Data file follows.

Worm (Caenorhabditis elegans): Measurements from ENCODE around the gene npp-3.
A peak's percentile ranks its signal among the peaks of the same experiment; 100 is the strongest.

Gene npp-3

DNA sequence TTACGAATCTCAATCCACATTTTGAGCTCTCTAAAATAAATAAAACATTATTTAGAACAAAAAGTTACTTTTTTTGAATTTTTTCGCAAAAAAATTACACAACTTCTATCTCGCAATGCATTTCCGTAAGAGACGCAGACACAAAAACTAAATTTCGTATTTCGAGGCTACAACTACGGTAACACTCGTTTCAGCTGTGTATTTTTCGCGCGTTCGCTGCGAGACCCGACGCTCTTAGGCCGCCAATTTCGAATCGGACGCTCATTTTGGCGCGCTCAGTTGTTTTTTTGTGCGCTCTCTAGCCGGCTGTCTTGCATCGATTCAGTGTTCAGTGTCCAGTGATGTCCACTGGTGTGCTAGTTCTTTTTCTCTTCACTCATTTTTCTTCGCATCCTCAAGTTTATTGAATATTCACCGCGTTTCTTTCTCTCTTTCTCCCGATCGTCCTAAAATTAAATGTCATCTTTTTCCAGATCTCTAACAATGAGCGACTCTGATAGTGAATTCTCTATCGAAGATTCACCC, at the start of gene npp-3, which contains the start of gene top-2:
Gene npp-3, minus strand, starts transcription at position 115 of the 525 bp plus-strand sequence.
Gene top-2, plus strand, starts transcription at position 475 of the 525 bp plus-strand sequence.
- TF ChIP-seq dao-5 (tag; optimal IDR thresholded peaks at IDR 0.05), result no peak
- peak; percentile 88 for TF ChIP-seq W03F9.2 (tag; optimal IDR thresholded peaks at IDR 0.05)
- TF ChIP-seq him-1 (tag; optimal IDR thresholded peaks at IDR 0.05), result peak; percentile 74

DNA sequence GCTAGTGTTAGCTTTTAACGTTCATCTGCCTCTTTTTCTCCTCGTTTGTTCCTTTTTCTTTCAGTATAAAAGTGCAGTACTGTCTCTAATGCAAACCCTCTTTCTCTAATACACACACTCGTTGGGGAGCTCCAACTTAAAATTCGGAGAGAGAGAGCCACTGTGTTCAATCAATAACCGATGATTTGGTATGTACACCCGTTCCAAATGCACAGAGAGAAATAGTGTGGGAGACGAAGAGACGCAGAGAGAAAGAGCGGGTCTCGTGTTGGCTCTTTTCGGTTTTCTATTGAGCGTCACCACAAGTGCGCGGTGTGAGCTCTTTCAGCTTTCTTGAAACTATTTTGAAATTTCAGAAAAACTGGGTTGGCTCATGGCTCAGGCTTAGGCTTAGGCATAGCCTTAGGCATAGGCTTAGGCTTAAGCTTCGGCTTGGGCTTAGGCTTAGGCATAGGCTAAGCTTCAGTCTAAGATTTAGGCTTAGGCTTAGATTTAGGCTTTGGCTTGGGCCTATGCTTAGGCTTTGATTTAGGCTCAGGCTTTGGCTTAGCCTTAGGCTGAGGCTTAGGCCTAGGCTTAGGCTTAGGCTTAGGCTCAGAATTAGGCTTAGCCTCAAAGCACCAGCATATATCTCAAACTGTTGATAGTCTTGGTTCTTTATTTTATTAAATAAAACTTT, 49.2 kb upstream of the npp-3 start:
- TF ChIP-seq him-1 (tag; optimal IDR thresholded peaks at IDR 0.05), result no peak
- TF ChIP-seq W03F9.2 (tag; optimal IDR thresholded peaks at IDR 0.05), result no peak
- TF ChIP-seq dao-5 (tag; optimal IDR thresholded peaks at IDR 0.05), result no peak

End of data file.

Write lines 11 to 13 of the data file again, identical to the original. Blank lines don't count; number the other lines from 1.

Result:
- TF ChIP-seq him-1 (tag; optimal IDR thresholded peaks at IDR 0.05), result no peak
- TF ChIP-seq W03F9.2 (tag; optimal IDR thresholded peaks at IDR 0.05), result no peak
- TF ChIP-seq dao-5 (tag; optimal IDR thresholded peaks at IDR 0.05), result no peak